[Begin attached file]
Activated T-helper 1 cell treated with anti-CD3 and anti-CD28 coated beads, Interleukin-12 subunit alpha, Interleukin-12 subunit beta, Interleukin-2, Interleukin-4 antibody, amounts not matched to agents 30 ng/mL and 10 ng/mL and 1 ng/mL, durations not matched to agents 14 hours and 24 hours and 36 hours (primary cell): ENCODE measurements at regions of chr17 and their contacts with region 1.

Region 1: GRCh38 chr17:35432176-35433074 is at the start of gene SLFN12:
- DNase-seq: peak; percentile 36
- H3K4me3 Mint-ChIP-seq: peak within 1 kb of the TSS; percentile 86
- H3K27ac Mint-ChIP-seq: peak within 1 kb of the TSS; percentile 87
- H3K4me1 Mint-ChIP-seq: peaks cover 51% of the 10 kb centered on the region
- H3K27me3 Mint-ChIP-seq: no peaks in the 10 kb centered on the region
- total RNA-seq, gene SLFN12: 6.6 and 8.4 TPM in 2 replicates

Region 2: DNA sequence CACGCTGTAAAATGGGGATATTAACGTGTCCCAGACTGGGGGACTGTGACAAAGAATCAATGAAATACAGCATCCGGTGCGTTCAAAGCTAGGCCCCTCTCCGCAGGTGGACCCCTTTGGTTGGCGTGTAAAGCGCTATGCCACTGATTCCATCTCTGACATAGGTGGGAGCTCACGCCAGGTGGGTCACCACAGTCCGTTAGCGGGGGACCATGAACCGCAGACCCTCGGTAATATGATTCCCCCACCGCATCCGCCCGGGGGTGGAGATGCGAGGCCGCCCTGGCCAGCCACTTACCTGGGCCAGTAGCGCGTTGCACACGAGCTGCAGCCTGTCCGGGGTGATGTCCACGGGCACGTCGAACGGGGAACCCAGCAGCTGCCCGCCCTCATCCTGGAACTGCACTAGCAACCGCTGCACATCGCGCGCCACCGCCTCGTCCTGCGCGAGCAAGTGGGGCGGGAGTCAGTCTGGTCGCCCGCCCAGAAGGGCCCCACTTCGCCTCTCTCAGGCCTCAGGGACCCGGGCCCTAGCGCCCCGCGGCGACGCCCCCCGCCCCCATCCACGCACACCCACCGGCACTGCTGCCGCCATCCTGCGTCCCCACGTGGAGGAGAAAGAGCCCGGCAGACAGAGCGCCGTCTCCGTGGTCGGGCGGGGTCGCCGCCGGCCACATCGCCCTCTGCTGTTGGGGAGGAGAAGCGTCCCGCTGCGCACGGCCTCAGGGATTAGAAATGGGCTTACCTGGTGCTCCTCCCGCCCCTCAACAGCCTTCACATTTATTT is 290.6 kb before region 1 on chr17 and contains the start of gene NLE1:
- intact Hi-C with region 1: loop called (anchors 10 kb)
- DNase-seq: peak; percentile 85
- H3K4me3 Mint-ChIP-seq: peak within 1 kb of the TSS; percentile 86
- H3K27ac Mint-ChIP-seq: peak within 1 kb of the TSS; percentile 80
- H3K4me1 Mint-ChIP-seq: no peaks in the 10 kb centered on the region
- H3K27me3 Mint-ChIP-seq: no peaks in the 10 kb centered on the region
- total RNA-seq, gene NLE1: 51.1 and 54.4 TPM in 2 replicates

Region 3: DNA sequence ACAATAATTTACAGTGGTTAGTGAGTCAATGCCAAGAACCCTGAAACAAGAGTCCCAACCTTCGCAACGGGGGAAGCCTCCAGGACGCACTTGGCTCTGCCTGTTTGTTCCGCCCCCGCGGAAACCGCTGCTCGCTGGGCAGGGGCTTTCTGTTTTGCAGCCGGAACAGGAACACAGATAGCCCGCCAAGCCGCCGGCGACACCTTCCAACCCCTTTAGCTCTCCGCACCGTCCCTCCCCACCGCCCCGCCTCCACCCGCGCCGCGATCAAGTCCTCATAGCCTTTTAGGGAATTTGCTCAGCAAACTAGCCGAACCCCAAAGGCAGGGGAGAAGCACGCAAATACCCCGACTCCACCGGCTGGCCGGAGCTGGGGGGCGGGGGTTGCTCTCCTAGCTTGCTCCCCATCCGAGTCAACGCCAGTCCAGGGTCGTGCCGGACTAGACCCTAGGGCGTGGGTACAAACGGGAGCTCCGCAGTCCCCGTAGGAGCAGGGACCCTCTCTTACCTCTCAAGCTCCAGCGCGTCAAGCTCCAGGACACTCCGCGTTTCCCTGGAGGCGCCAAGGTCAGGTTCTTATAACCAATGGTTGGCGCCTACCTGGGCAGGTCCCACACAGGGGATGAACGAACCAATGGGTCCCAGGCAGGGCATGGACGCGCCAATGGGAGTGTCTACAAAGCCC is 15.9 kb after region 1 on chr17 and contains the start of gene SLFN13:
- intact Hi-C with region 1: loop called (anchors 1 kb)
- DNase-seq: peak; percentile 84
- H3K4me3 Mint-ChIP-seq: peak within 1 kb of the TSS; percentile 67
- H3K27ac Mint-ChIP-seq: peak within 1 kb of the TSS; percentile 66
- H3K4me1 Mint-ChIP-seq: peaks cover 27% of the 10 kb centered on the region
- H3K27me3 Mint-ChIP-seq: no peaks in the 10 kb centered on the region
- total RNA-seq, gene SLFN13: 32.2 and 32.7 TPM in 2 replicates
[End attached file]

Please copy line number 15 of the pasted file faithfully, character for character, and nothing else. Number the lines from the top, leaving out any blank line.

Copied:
- H3K27me3 Mint-ChIP-seq: no peaks in the 10 kb centered on the region